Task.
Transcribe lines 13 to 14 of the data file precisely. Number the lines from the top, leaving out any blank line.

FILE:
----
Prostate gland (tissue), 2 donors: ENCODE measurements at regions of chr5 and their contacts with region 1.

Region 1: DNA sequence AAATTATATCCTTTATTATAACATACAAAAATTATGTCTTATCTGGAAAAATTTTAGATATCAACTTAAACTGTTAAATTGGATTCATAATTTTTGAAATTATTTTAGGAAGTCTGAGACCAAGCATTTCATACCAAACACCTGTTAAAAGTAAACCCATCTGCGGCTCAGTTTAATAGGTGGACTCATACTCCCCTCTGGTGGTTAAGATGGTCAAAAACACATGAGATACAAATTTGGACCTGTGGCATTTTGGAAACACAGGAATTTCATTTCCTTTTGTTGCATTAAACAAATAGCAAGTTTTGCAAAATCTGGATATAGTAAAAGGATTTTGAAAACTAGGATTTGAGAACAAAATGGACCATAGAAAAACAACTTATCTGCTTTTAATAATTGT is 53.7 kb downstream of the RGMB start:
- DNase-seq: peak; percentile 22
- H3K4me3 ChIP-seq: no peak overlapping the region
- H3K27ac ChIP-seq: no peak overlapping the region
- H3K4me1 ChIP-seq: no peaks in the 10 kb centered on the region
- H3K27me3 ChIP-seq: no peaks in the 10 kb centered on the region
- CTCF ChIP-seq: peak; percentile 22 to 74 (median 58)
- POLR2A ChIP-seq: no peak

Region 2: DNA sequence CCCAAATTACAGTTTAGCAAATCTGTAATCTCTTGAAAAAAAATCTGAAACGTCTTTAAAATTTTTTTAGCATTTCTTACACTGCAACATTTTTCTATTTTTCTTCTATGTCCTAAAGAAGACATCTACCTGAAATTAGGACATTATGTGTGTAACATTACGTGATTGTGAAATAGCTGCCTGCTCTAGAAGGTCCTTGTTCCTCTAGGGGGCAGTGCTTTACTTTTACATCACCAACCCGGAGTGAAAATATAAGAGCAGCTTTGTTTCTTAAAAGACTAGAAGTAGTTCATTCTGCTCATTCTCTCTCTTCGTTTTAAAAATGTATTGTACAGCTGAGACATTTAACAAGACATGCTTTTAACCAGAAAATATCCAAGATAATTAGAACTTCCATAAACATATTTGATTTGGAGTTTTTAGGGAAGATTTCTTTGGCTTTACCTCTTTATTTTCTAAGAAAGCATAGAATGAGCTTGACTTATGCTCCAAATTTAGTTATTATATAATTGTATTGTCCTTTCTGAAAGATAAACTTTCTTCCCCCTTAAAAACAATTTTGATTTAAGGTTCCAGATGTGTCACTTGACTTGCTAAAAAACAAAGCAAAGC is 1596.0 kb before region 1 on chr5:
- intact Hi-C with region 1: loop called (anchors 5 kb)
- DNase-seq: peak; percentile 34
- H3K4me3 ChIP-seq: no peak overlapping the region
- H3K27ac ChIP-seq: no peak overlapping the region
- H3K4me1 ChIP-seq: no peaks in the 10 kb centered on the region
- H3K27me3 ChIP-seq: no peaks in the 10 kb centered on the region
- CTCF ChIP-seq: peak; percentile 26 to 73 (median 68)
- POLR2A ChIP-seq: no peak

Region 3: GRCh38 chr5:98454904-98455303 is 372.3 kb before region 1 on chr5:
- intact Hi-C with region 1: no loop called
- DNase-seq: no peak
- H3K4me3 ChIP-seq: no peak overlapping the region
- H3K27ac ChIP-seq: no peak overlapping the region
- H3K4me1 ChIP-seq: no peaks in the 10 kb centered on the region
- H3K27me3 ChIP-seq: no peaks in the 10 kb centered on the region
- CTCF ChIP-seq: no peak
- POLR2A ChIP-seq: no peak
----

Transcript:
- H3K4me3 ChIP-seq: no peak overlapping the region
- H3K27ac ChIP-seq: no peak overlapping the region